1. This cartoon made me think of a book I read back when dinosaurs roamed . . . and then I remembered its’ name! But I think the cartoon is the proverbial “picture worth a thousand words”.

    The Book – from Wikipedia: “Future Shock is a book written by the futurist Alvin Toffler in 1970. In the book, Toffler defines the term "future shock" as a certain psychological state of individuals and entire societies. His shortest definition for the term is a personal perception of "too much change in too short a period of time".

  2. The recent anniversary of the Apollo 11 Moon landing reminded me of another way in which the world has changed. I grew up with the space program and can still name the original seven astronauts without any difficulty. A few days before the landing, I was at a Civil Air Patrol Summer Encampment at Selfridge Air Force Base in Michigan. I was disappointed when our group had to move on just when my turn came to try the F-106 instrument simulator.

    The next day however, my number came up in one of the daily drawings for demonstration flights. I got to go for a ride in a T-33 jet trainer. A short training session in the ejection seat mock-up and I was soon strapped into the back seat for what is to this day one of my most memorable aviation experiences. I doubt that any 15 year old gets to go for that kind of ride anymore, and I certainly wouldn't trade that memory for all the modern gadgets enjoyed by today's youth.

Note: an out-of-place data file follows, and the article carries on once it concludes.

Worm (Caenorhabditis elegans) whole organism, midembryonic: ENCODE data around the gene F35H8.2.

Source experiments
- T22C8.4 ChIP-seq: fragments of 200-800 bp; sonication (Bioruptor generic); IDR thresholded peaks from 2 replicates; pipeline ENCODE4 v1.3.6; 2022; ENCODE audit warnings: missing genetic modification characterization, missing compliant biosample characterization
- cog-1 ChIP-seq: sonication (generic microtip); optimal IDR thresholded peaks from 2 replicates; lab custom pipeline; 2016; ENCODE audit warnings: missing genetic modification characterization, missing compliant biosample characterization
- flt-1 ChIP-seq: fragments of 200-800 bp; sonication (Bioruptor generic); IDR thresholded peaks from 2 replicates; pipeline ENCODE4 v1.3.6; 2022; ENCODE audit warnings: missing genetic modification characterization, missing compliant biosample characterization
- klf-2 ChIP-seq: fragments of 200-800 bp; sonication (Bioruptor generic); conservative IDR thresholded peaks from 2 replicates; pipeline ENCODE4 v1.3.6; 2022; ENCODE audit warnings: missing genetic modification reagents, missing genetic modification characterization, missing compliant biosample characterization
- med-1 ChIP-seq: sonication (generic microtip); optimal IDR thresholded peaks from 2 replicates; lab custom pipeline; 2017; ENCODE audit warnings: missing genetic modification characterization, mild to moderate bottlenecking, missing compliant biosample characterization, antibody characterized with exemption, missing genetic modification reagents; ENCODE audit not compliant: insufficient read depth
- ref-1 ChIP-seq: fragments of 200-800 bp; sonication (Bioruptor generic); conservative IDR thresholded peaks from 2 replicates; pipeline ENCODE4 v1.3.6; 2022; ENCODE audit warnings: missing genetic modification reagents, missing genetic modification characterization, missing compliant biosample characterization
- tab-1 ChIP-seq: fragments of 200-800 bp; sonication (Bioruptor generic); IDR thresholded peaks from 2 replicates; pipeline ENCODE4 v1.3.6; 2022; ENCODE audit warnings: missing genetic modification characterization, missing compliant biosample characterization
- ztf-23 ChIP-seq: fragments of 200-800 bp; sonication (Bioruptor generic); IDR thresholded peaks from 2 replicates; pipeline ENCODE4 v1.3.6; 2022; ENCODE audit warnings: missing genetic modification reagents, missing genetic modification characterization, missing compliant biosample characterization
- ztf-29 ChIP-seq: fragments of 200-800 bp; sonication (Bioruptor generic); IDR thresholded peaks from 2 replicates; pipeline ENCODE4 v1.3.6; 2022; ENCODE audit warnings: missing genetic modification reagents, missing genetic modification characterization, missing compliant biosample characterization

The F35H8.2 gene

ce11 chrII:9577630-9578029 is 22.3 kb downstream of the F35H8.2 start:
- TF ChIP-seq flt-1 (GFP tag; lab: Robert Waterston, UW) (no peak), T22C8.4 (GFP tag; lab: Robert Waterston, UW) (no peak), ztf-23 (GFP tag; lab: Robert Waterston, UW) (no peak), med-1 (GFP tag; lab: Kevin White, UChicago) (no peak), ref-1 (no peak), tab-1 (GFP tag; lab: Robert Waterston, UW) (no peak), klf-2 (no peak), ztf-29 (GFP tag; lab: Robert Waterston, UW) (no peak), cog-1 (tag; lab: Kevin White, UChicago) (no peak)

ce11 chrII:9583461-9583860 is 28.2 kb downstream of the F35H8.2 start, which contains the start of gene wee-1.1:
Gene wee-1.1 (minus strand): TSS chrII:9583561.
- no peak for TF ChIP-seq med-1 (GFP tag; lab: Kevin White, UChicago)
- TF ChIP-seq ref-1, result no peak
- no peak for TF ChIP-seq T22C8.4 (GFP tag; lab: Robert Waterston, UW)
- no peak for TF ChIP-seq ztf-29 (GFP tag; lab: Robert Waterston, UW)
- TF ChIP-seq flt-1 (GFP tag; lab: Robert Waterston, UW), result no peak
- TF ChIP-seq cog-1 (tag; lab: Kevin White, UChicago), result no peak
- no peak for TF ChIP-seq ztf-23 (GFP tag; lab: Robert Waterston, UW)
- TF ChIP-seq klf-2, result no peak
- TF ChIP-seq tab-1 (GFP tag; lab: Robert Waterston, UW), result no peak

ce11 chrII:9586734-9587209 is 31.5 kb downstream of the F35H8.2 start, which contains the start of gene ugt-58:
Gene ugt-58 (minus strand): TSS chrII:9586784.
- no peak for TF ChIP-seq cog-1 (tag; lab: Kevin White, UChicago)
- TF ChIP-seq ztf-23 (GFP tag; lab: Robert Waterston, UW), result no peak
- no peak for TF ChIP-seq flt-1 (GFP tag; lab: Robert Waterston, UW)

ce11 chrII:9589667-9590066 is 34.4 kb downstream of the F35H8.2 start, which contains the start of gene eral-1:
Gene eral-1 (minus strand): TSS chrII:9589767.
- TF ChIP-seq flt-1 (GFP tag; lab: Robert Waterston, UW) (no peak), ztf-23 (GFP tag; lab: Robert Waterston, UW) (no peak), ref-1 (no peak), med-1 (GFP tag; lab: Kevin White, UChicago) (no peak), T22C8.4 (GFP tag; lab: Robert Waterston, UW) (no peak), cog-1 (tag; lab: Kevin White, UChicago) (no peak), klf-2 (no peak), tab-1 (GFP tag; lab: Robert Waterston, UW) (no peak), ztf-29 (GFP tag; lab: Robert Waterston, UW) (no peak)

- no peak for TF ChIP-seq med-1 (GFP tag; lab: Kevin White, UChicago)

3. Sigh, don't remind me… I was 18 when Armstrong took those first steps on the moon. I watched it in a bar in Rome…

  4. Me, too, Old NFO. I was stationed at Millington NAS, attending AE school (just before I volunteered – yeah, I know – for flight duty and got into the AW program). Watched it in the barracks that night with a whole bunch of other sailors.

  5. fast richard:

    worked with a guy in the early 80's who soloed on his 16th birthday in his dad's P-51. A stock razorback, IIRC. THAT had to be a standout memory!

  6. Reality bites when you have to enter the year you were born on some websites. And you scroll and you scroll.

  7. Hey Peter;

    Yeah, I'm not as old as some of the fossils *Cough* "Old NFO", but Timbucktoo is right on when you enter the birthday and you have to keep scrolling. Or when you go to a convenience store to buy gas or what have you and they have the "Year Born" for people to buy tobacco and Beer and I think "damm, I have socks and clothing and truck older than that.

  8. Yup, still remember those heavy old rotary dial phones and the clicking noise in ear as you dialed. Kinda wish I had kept one around for my kids to see I am not making them up. :^)

  9. My great grandmother was born in the 1890's in Germany. She remembered a life before electricity, automobiles, radio or TV. She lived to see men walk on the moon. She always marveled that she lived during the most wonderful times.

  10. OldNFO, at least you're dealing honestly with the reality of your age by boldly proclaiming it in your online handle. If it'll make you feel any younger, I did run into one of the surviving original Tuskegee airmen the other day – you're not that old!

  11. About a decade an a half ago, one of my neighbor's kids came over to get my help on a school report. He needed to find out what it was like in the US during the Vietnam war, and his parents weren't old enough to remember anything from that long ago.

    Glad to help, kid. Get off my lawn.

  12. "… I was 18 when Armstrong took those first steps on the moon. I watched it in a bar in Rome…"

    Sorry, dood, but – that ain't really old –

    I watched that – on a friend's crappy second-hand T.V. – while we were both most of the way through Graduate School, at S.I.U. in Carbondale, IL…and I had already finished my undergrad degree (of course), graduated (of course)…and been working full-time for three years, before I started Grad School the previous Fall…I was 26.Years.Old!

    THAT's old!

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